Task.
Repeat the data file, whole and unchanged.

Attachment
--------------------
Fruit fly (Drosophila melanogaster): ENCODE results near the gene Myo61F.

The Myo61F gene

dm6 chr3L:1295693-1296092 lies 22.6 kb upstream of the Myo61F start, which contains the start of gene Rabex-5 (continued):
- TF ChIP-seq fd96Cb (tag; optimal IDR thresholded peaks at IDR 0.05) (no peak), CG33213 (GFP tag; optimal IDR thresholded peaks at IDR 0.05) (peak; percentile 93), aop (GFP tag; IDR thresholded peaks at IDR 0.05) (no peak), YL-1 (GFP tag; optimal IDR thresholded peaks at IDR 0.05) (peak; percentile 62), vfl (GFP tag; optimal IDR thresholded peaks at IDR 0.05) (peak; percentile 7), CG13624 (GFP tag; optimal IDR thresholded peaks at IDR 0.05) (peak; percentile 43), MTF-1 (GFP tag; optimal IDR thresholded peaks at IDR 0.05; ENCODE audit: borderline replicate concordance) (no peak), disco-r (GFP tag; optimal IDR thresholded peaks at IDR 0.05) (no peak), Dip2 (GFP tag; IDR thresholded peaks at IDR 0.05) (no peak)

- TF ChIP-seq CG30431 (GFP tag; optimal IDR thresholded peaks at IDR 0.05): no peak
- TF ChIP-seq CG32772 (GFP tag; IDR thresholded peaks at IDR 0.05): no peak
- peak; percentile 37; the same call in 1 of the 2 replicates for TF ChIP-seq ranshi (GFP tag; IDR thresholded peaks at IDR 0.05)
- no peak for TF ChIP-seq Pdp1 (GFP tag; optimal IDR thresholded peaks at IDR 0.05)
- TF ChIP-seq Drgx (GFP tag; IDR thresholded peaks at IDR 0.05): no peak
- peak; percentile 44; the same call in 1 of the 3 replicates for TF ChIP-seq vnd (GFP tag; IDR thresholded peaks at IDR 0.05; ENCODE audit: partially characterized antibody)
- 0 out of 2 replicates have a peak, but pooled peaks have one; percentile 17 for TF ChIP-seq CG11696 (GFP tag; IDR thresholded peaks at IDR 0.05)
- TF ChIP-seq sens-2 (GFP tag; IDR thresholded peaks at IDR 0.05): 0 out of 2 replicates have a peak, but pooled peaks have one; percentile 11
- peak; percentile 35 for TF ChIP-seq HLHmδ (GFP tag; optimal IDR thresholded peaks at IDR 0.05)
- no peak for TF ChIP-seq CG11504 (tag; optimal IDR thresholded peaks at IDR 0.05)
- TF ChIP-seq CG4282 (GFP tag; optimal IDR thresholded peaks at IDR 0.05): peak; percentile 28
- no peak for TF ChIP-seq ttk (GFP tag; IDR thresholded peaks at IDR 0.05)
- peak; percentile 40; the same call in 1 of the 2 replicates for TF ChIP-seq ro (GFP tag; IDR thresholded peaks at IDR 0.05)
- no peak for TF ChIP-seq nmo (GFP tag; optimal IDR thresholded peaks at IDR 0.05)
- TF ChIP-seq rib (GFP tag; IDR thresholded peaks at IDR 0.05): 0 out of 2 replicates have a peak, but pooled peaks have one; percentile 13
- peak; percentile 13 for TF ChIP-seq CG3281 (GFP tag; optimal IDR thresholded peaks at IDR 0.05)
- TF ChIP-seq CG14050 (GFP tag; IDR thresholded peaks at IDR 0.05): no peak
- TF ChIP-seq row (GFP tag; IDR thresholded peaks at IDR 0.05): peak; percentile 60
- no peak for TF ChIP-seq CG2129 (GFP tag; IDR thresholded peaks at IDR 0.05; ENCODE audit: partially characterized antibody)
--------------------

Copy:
Fruit fly (Drosophila melanogaster): ENCODE results near the gene Myo61F.

The Myo61F gene

dm6 chr3L:1295693-1296092 lies 22.6 kb upstream of the Myo61F start, which contains the start of gene Rabex-5 (continued):
- TF ChIP-seq fd96Cb (tag; optimal IDR thresholded peaks at IDR 0.05) (no peak), CG33213 (GFP tag; optimal IDR thresholded peaks at IDR 0.05) (peak; percentile 93), aop (GFP tag; IDR thresholded peaks at IDR 0.05) (no peak), YL-1 (GFP tag; optimal IDR thresholded peaks at IDR 0.05) (peak; percentile 62), vfl (GFP tag; optimal IDR thresholded peaks at IDR 0.05) (peak; percentile 7), CG13624 (GFP tag; optimal IDR thresholded peaks at IDR 0.05) (peak; percentile 43), MTF-1 (GFP tag; optimal IDR thresholded peaks at IDR 0.05; ENCODE audit: borderline replicate concordance) (no peak), disco-r (GFP tag; optimal IDR thresholded peaks at IDR 0.05) (no peak), Dip2 (GFP tag; IDR thresholded peaks at IDR 0.05) (no peak)

- TF ChIP-seq CG30431 (GFP tag; optimal IDR thresholded peaks at IDR 0.05): no peak
- TF ChIP-seq CG32772 (GFP tag; IDR thresholded peaks at IDR 0.05): no peak
- peak; percentile 37; the same call in 1 of the 2 replicates for TF ChIP-seq ranshi (GFP tag; IDR thresholded peaks at IDR 0.05)
- no peak for TF ChIP-seq Pdp1 (GFP tag; optimal IDR thresholded peaks at IDR 0.05)
- TF ChIP-seq Drgx (GFP tag; IDR thresholded peaks at IDR 0.05): no peak
- peak; percentile 44; the same call in 1 of the 3 replicates for TF ChIP-seq vnd (GFP tag; IDR thresholded peaks at IDR 0.05; ENCODE audit: partially characterized antibody)
- 0 out of 2 replicates have a peak, but pooled peaks have one; percentile 17 for TF ChIP-seq CG11696 (GFP tag; IDR thresholded peaks at IDR 0.05)
- TF ChIP-seq sens-2 (GFP tag; IDR thresholded peaks at IDR 0.05): 0 out of 2 replicates have a peak, but pooled peaks have one; percentile 11
- peak; percentile 35 for TF ChIP-seq HLHmδ (GFP tag; optimal IDR thresholded peaks at IDR 0.05)
- no peak for TF ChIP-seq CG11504 (tag; optimal IDR thresholded peaks at IDR 0.05)
- TF ChIP-seq CG4282 (GFP tag; optimal IDR thresholded peaks at IDR 0.05): peak; percentile 28
- no peak for TF ChIP-seq ttk (GFP tag; IDR thresholded peaks at IDR 0.05)
- peak; percentile 40; the same call in 1 of the 2 replicates for TF ChIP-seq ro (GFP tag; IDR thresholded peaks at IDR 0.05)
- no peak for TF ChIP-seq nmo (GFP tag; optimal IDR thresholded peaks at IDR 0.05)
- TF ChIP-seq rib (GFP tag; IDR thresholded peaks at IDR 0.05): 0 out of 2 replicates have a peak, but pooled peaks have one; percentile 13
- peak; percentile 13 for TF ChIP-seq CG3281 (GFP tag; optimal IDR thresholded peaks at IDR 0.05)
- TF ChIP-seq CG14050 (GFP tag; IDR thresholded peaks at IDR 0.05): no peak
- TF ChIP-seq row (GFP tag; IDR thresholded peaks at IDR 0.05): peak; percentile 60
- no peak for TF ChIP-seq CG2129 (GFP tag; IDR thresholded peaks at IDR 0.05; ENCODE audit: partially characterized antibody)